Global technology groups Microsoft, Google and Facebook strongly rebuffed arguments put forward by mobile operators on Tuesday that they do not pay taxes, did not provide their own infrastructure and were not worried about consumer service.
The companies hit back hard at mobile operators at a parliamentary meeting on Tuesday into whether so-called “over-the-top” services should be regulated in South Africa.
MTN and Vodacom have both argued that OTT providers need to be regulated in some way, if only to ensure that they are subjected to the same compliance rules as the networks. MTN went as far as to accuse the companies of not paying tax in South Africa.
Microsoft, Google and Facebook, all presenting at the parliamentary meeting, said the service they offered should not be seen as competing with those offered by the operators, but rather as revenue generators for them.
“We don’t get a free ride,” said Ebele Okobi, Facebook head of public policy for Africa. If anything, she said, the service offered by Facebook — it owns messaging service WhatsApp — generates revenue for operators.
She said from Facebook’s point view, it regards operators as partners with which it could develop a “symbiotic relationship”.
Okobi said telecoms providers and OTT companies operate in very different markets. Where carriers have high barrier to entries and have to deal with a lot of regulation, the opposite is true for OTT providers.
Google South Africa’s public policy manager, Fortune Mgwili-Sibanda, agreed. He suggested that instead of treating OTT providers like telecoms operators, operators should be treated like OTT providers. “Why go about putting the same cumbersome rules on new players?”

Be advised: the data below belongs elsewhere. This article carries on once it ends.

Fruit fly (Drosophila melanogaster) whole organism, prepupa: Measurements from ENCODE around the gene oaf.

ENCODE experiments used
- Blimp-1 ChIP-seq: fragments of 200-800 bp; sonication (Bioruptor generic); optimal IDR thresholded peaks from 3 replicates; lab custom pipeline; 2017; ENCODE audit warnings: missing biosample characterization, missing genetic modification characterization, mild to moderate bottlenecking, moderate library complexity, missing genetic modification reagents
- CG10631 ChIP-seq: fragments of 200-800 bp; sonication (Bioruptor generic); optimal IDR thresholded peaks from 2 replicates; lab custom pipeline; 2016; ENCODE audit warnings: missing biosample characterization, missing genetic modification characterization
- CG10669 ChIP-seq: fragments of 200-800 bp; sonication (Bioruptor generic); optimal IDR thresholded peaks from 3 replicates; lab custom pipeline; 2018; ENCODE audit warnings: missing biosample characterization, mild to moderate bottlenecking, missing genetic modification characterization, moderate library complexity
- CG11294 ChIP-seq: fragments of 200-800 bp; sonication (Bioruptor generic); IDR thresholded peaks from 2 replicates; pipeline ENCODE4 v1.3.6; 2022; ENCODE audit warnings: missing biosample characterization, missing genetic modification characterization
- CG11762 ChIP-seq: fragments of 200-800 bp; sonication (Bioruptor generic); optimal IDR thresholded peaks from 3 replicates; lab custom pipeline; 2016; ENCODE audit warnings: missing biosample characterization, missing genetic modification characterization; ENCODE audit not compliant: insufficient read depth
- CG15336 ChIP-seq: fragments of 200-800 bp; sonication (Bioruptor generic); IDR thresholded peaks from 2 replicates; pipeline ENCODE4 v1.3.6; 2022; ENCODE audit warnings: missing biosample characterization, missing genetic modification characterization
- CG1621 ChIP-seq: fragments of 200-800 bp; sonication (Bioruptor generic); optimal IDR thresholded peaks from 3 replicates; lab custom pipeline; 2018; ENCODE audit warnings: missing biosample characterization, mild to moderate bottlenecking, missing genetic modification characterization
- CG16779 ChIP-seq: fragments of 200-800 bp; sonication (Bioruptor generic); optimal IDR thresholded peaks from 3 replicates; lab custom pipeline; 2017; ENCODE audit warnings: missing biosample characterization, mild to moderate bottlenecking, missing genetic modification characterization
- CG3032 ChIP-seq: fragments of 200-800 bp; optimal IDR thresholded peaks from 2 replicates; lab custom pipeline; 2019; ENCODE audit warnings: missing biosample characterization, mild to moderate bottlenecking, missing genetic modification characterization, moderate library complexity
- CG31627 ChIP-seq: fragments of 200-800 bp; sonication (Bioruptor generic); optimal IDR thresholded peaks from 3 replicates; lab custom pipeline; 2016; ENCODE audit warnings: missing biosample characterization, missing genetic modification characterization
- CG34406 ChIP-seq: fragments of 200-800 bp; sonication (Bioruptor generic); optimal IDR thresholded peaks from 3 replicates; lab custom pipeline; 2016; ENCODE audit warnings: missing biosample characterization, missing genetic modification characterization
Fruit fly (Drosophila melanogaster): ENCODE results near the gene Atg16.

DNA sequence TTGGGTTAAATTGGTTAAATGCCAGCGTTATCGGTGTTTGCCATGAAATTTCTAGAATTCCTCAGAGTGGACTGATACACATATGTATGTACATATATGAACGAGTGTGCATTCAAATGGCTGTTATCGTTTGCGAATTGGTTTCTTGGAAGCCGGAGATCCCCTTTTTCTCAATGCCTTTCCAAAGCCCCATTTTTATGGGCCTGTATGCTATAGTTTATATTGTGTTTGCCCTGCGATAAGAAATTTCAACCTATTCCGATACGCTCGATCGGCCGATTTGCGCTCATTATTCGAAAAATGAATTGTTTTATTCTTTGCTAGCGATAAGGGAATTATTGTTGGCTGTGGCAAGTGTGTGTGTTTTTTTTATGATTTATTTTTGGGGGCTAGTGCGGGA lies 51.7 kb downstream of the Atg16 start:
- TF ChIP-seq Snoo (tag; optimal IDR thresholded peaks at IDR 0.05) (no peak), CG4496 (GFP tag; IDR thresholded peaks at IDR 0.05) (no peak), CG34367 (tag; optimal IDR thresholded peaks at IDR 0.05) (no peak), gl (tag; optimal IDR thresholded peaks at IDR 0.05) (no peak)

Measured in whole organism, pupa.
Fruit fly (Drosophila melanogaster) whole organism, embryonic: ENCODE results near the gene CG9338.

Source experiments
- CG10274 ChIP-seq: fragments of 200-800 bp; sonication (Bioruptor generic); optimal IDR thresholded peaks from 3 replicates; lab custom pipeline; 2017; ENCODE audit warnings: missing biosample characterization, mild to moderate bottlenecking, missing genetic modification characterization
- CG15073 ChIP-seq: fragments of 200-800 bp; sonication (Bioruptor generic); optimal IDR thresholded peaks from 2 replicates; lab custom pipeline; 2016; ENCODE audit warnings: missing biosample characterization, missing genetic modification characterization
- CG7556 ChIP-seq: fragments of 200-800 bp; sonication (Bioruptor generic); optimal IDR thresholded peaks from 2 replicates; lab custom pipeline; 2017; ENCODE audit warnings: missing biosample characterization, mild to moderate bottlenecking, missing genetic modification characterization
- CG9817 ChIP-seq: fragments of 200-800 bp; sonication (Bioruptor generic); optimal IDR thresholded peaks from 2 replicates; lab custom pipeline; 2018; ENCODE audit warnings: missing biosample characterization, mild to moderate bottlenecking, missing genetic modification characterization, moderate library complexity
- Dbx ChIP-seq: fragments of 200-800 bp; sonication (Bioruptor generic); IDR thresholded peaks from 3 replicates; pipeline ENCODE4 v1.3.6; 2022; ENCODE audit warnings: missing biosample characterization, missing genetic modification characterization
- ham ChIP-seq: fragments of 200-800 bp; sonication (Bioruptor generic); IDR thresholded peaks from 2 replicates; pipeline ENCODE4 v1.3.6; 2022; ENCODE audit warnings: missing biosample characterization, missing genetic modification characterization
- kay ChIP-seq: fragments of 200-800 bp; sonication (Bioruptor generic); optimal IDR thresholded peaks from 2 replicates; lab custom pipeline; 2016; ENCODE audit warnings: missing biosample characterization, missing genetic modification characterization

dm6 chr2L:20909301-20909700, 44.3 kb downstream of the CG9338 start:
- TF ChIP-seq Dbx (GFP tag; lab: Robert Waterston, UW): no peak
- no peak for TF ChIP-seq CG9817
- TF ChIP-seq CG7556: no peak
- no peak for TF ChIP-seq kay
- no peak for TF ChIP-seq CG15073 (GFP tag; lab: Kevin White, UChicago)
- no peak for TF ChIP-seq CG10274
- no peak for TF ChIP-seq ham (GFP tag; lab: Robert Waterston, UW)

Mgwili-Sibanda went on to say that not only was it a myth that Google does not pay tax on the services it provides, it is willing to pay more tax if the tax review headed by Judge Dennis Davis changes the tax structure.
He said there is also no truth to the view that OTT providers do not build their own infrastructure.
He knocked the idea that OTT companies do not care much for customer service because the public is free to move to another provider with little effort.
For his part, Siyabonga Madyibi, representing Microsoft, does not see the point of the meeting called by parliament. He said that as there is not even a generally accepted definition of what OTT is, it could include services like dating sites and micro blogging site Twitter.
He warned that regulating OTT could come at high cost. Microsoft owns Internet voice services provider Skype. Madyibi said if it is forced to shut down, it would not impact Microsoft severely but would hurt the small business owners that depend on it.
From his point of view, the hearing only served one purpose: “We are here for one reason. To protect the revenue of mobile operators.” — © 2016 NewsCentral Media